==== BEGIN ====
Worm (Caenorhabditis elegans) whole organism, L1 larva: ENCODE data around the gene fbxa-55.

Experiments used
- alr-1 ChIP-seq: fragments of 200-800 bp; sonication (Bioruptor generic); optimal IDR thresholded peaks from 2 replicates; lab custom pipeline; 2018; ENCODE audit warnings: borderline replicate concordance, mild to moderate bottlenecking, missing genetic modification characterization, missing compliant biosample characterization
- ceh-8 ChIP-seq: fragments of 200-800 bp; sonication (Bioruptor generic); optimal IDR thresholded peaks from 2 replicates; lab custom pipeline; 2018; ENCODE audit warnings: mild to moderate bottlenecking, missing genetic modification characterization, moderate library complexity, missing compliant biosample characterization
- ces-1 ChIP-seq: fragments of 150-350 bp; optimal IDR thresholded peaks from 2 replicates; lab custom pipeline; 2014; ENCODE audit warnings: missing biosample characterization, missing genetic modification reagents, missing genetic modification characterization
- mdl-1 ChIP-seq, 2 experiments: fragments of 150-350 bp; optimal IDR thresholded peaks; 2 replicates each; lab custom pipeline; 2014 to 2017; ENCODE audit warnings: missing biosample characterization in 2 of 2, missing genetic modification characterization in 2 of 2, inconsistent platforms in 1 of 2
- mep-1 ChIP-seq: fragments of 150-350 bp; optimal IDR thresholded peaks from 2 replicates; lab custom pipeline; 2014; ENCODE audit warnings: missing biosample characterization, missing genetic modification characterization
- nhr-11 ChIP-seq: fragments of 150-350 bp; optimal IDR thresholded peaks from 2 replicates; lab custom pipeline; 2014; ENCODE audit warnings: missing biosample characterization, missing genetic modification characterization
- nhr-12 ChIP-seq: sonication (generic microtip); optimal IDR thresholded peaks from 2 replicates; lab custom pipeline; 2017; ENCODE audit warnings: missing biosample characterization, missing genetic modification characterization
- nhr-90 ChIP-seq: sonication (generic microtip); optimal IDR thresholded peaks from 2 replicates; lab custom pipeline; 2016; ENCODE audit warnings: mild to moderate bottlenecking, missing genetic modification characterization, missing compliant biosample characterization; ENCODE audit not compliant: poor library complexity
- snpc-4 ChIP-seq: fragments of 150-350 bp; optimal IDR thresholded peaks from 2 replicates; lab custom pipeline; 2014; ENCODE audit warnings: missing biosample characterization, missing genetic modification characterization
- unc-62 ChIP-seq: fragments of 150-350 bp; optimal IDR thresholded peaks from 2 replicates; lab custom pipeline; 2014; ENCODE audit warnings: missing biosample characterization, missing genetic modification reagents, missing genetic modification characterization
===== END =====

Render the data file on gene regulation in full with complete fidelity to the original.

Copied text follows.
Worm (Caenorhabditis elegans) whole organism, L1 larva: ENCODE data around the gene fbxa-55.

Experiments used
- alr-1 ChIP-seq: fragments of 200-800 bp; sonication (Bioruptor generic); optimal IDR thresholded peaks from 2 replicates; lab custom pipeline; 2018; ENCODE audit warnings: borderline replicate concordance, mild to moderate bottlenecking, missing genetic modification characterization, missing compliant biosample characterization
- ceh-8 ChIP-seq: fragments of 200-800 bp; sonication (Bioruptor generic); optimal IDR thresholded peaks from 2 replicates; lab custom pipeline; 2018; ENCODE audit warnings: mild to moderate bottlenecking, missing genetic modification characterization, moderate library complexity, missing compliant biosample characterization
- ces-1 ChIP-seq: fragments of 150-350 bp; optimal IDR thresholded peaks from 2 replicates; lab custom pipeline; 2014; ENCODE audit warnings: missing biosample characterization, missing genetic modification reagents, missing genetic modification characterization
- mdl-1 ChIP-seq, 2 experiments: fragments of 150-350 bp; optimal IDR thresholded peaks; 2 replicates each; lab custom pipeline; 2014 to 2017; ENCODE audit warnings: missing biosample characterization in 2 of 2, missing genetic modification characterization in 2 of 2, inconsistent platforms in 1 of 2
- mep-1 ChIP-seq: fragments of 150-350 bp; optimal IDR thresholded peaks from 2 replicates; lab custom pipeline; 2014; ENCODE audit warnings: missing biosample characterization, missing genetic modification characterization
- nhr-11 ChIP-seq: fragments of 150-350 bp; optimal IDR thresholded peaks from 2 replicates; lab custom pipeline; 2014; ENCODE audit warnings: missing biosample characterization, missing genetic modification characterization
- nhr-12 ChIP-seq: sonication (generic microtip); optimal IDR thresholded peaks from 2 replicates; lab custom pipeline; 2017; ENCODE audit warnings: missing biosample characterization, missing genetic modification characterization
- nhr-90 ChIP-seq: sonication (generic microtip); optimal IDR thresholded peaks from 2 replicates; lab custom pipeline; 2016; ENCODE audit warnings: mild to moderate bottlenecking, missing genetic modification characterization, missing compliant biosample characterization; ENCODE audit not compliant: poor library complexity
- snpc-4 ChIP-seq: fragments of 150-350 bp; optimal IDR thresholded peaks from 2 replicates; lab custom pipeline; 2014; ENCODE audit warnings: missing biosample characterization, missing genetic modification characterization
- unc-62 ChIP-seq: fragments of 150-350 bp; optimal IDR thresholded peaks from 2 replicates; lab custom pipeline; 2014; ENCODE audit warnings: missing biosample characterization, missing genetic modification reagents, missing genetic modification characterization